Canadian Health: All About Impotence Men
IMPOTENCE (ERECTILE DYSFUNCTION)
I have heard that Viagra may be dangerous and cause heart attacks. Is this true?
Apart from the obvious answer about sex and heart attacks, Viagra and the other drugs in the same group do not normally have a bad effect on the heart – in fact Viagra was first developed as a drug to help heart disease. There is one very important occasion when Viagra may be dangerous for people with angina. If they are taking any form of nitrate, including a nitrate (GTN) spray, they should not take Viagra as this may cause sudden collapse. Commonly used nitrates are Suscard, isosorbide and Imdur. If you think you may be taking a nitrate for angina, please check with your doctor before taking Viagra. Since nitrates prevent angina, it is not really safe to stop taking them in order to be able to have sex stimulated by Viagra.
I have used Viagra for three years for impotence. At first it worked very well but the effect now seems to be wearing off. Is there anything else I can try?
There is another drug on the market, which is designed to help men achieve an erection. It is called apomorphine (or Uprima), and should be placed under the tongue about 20 minutes before you want to have sex. Apomorphine has about the same success rate as Viagra, but may help some men who do not respond to Viagra. Apomorphine seems to be a safe drug, but you should avoid it if you have severe heart problems or if your blood pressure is low.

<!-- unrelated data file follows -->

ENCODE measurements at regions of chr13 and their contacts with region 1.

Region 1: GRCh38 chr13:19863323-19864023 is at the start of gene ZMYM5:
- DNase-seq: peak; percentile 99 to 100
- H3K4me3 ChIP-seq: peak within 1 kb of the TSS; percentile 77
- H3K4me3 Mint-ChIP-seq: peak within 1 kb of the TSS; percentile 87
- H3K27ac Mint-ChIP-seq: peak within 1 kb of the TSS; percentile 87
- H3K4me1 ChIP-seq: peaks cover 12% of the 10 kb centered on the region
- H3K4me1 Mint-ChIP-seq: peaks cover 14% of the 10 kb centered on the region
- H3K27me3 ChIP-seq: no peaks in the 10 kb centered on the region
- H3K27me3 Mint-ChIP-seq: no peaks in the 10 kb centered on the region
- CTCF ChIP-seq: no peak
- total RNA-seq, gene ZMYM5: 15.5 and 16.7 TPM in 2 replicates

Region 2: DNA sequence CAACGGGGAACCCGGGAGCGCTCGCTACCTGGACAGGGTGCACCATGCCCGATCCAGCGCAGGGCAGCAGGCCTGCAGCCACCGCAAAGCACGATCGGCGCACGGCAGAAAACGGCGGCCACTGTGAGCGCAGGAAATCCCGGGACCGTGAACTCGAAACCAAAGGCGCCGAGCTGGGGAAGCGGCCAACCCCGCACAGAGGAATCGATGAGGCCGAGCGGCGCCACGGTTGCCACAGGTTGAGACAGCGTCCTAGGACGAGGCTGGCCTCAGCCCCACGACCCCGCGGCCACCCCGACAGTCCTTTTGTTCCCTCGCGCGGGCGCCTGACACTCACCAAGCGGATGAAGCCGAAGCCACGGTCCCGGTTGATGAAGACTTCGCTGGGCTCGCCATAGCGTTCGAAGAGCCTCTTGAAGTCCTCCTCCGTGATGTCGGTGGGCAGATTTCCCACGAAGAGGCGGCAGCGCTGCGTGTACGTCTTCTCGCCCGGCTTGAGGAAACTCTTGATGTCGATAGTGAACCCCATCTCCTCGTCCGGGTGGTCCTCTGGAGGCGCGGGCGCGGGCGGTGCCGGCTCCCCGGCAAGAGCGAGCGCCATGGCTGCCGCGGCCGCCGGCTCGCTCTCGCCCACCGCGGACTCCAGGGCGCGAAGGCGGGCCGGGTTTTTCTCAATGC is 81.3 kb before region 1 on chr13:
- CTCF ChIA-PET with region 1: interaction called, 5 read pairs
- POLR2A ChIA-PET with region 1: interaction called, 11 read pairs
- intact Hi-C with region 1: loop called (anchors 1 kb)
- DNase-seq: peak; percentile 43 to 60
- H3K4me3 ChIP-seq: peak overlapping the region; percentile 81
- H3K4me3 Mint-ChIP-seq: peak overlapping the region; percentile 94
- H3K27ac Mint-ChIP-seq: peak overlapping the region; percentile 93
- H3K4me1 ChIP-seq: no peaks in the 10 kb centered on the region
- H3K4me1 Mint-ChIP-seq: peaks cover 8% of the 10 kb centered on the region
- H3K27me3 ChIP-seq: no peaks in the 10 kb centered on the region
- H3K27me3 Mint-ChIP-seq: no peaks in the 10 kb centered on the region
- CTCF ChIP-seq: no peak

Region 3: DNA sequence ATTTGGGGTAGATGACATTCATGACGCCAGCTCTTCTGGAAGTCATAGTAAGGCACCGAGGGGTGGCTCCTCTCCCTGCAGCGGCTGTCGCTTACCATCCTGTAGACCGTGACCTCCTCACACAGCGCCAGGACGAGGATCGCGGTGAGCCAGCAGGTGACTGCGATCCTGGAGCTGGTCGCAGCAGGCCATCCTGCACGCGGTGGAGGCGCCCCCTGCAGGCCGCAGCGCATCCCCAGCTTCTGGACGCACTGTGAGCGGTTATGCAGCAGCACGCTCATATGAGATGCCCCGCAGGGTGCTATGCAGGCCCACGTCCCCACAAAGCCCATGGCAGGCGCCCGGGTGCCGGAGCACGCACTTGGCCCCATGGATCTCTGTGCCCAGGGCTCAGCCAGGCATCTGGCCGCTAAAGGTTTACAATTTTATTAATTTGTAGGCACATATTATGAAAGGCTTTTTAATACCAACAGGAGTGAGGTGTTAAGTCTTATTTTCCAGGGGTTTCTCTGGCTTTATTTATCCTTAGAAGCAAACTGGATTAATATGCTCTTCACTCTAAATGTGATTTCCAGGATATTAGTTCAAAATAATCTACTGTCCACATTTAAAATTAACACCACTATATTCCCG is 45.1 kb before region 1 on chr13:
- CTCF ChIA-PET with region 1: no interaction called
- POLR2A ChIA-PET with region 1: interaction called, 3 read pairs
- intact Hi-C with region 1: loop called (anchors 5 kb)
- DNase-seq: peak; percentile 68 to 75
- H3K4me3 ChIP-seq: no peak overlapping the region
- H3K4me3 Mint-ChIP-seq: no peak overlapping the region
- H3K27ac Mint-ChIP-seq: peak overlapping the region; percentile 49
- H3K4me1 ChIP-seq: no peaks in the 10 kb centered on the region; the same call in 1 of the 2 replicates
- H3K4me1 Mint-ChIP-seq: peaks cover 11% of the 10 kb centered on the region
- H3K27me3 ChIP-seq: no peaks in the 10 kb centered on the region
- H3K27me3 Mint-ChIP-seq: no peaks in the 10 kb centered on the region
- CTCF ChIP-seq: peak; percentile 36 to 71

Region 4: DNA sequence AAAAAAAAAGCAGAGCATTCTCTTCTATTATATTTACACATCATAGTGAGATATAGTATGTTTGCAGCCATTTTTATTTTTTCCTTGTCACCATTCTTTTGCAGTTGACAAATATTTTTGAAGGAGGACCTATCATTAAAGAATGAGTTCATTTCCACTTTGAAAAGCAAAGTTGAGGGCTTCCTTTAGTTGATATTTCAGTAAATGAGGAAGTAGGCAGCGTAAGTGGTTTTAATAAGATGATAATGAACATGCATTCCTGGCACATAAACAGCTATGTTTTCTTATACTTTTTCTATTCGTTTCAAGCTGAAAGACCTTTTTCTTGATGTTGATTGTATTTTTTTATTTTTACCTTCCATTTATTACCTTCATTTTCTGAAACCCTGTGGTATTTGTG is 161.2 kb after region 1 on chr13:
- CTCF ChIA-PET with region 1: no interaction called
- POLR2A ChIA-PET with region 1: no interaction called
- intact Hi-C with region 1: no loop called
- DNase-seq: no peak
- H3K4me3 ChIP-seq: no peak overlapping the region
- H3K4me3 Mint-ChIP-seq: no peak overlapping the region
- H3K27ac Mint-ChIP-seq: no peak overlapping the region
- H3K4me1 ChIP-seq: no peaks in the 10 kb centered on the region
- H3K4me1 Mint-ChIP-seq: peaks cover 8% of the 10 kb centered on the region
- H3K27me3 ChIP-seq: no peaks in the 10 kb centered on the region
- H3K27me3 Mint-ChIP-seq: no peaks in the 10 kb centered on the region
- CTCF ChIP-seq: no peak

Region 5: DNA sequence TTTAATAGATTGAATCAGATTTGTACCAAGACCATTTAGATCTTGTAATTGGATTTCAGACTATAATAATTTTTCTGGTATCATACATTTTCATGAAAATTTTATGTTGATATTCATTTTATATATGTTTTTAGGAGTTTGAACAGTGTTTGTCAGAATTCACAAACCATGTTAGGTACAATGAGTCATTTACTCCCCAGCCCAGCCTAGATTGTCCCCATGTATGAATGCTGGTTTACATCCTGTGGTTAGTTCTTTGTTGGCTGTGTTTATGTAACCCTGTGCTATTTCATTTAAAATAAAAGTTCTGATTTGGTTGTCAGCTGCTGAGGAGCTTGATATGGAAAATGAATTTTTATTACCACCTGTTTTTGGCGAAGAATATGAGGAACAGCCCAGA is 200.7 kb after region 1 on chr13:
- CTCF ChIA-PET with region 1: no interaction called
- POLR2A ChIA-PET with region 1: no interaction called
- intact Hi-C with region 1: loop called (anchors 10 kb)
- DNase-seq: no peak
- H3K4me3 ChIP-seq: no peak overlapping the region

Is there any other treatment for impotence apart from Viagra?
Counselling by a therapist trained in this subject can be helpful, particularly in cases where the stresses and conflicts of life are the root cause. Testosterone should help men with a deficiency of this hormone. Vacuum therapy, with a device that looks like a rigid condom, can be very successful but does require a sense of humour in both partners. Injections of papaverine or alprostadil (Caverject) into the penis, and penile implants (which require an operation) are also effective. Choosing the best option for you as a couple requires a considerable amount of thought and discussion, both with your partner and your doctor. In our experience, most partners are sympathetic and understanding about impotence (whatever the cause) if you can talk about it openly. Many diabetes departments hold special clinics for treatment of impotence and they prefer both partners to take part in the discussion.
After sexual intercourse I recently suffered quite a bad hypo. Is this likely to happen again and if so, what can be done to prevent it?
Like any physical activity, sex can lower the blood glucose and lead to hypogly-caemia. When this happens, and it is not at all uncommon, you need to deal with the hypo in the usual way using fruit juice or Lucozade. You may find it useful to keep some quick-acting carbohydrate close at hand.